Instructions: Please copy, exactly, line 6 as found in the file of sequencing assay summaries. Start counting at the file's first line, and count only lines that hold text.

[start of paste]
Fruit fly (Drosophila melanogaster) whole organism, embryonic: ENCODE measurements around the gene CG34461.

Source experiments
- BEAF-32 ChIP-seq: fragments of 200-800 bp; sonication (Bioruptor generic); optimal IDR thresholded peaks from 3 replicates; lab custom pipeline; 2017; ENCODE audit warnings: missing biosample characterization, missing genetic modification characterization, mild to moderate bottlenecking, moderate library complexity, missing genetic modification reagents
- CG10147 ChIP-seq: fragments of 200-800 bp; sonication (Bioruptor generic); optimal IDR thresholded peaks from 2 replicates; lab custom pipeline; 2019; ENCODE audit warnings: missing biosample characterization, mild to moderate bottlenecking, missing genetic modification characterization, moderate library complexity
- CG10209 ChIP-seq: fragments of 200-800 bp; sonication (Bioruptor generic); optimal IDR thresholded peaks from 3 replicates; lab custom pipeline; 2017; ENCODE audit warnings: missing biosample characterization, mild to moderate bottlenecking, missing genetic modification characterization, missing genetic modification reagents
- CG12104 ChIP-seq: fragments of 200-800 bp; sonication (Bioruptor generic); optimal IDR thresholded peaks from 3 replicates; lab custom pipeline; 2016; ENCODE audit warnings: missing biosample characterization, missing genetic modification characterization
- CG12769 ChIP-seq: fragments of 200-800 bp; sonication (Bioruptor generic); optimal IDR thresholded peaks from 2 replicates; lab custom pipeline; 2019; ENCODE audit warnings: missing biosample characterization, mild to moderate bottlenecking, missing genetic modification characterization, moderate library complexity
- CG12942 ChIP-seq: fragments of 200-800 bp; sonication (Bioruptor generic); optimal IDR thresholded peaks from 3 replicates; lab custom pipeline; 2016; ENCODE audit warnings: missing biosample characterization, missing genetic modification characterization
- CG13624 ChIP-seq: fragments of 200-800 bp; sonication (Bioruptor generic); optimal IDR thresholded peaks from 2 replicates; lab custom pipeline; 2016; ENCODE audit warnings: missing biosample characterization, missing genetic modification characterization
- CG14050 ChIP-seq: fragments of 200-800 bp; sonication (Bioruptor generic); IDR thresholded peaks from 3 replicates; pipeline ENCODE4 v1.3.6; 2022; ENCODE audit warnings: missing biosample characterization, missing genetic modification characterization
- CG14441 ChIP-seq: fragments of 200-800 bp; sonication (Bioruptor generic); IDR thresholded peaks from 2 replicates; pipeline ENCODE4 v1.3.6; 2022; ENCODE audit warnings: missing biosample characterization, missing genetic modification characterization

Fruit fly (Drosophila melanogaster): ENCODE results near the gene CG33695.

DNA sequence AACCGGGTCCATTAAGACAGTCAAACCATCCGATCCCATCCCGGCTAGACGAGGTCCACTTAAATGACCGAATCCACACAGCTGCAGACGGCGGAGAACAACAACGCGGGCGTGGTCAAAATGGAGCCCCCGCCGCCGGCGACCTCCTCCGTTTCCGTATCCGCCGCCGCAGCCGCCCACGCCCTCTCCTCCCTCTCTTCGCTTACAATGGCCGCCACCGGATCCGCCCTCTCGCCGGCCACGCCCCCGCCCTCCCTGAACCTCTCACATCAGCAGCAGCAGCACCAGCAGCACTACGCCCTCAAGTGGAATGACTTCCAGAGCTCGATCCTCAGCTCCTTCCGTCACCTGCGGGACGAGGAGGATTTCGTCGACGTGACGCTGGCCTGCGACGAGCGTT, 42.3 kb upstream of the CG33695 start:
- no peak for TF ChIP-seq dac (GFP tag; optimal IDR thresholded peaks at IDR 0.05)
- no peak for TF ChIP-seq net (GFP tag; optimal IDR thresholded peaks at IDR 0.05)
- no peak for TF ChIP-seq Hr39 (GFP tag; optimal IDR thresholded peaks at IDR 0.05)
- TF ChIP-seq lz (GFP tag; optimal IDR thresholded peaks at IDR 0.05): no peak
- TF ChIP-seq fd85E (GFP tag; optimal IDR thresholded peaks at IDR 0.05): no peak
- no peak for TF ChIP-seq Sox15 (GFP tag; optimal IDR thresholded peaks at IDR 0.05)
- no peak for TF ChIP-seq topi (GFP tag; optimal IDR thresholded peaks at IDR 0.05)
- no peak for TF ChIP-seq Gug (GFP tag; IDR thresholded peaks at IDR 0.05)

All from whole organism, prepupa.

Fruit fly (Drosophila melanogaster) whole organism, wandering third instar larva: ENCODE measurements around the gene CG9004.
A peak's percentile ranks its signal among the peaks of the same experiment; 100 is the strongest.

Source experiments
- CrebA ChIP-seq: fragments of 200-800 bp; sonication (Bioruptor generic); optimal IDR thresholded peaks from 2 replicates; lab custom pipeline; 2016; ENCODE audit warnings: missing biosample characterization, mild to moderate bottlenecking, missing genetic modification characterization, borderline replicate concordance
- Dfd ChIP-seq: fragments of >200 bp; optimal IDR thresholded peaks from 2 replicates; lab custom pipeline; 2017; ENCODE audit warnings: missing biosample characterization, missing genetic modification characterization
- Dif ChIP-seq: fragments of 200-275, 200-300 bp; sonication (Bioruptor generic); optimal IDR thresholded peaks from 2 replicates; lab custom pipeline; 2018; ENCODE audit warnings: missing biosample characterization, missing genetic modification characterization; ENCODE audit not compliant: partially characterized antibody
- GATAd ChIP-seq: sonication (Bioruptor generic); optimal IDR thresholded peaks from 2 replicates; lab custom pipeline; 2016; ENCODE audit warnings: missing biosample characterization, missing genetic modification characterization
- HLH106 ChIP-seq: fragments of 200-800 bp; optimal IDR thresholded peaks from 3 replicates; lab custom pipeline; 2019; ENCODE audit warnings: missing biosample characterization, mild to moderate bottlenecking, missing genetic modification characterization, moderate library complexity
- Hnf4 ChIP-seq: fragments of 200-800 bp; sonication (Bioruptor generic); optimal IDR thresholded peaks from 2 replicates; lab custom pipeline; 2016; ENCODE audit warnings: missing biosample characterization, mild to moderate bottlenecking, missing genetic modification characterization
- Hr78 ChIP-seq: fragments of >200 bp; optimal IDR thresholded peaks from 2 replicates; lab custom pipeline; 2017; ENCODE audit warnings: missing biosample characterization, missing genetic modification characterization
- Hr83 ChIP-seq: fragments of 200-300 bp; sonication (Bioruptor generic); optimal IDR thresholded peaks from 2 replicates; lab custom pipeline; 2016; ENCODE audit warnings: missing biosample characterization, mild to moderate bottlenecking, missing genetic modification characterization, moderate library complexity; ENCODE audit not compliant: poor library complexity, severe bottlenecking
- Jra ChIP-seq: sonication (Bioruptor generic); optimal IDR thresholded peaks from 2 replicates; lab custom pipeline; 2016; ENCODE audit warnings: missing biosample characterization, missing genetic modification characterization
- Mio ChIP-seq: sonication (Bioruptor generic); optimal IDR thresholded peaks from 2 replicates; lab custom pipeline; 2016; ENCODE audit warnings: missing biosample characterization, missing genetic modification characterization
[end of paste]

- CG12104 ChIP-seq: fragments of 200-800 bp; sonication (Bioruptor generic); optimal IDR thresholded peaks from 3 replicates; lab custom pipeline; 2016; ENCODE audit warnings: missing biosample characterization, missing genetic modification characterization